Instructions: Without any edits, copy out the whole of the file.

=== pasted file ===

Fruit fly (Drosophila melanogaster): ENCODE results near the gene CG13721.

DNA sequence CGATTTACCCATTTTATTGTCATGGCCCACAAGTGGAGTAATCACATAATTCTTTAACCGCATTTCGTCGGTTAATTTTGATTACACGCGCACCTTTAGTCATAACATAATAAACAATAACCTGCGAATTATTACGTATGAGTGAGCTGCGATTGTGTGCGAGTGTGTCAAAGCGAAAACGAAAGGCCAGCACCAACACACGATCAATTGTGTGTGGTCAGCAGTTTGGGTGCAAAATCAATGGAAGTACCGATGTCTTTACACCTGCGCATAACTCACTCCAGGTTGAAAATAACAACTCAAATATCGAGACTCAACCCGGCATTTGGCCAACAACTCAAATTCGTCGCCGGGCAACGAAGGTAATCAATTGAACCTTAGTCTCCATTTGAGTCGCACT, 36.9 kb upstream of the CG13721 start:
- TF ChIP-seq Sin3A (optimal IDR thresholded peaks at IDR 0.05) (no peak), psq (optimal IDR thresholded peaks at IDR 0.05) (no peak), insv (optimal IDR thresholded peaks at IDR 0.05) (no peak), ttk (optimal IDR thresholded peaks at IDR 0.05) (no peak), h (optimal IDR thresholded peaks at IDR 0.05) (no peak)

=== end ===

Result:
Fruit fly (Drosophila melanogaster): ENCODE results near the gene CG13721.

DNA sequence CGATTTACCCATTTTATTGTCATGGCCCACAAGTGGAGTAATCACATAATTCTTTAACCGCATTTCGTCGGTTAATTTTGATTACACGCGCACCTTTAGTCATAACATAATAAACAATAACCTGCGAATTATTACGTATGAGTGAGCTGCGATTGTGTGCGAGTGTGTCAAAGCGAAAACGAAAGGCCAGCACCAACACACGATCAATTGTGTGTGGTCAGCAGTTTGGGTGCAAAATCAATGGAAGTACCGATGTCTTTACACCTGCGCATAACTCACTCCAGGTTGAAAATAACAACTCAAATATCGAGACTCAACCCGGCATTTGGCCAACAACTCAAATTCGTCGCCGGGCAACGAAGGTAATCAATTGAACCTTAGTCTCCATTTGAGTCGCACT, 36.9 kb upstream of the CG13721 start:
- TF ChIP-seq Sin3A (optimal IDR thresholded peaks at IDR 0.05) (no peak), psq (optimal IDR thresholded peaks at IDR 0.05) (no peak), insv (optimal IDR thresholded peaks at IDR 0.05) (no peak), ttk (optimal IDR thresholded peaks at IDR 0.05) (no peak), h (optimal IDR thresholded peaks at IDR 0.05) (no peak)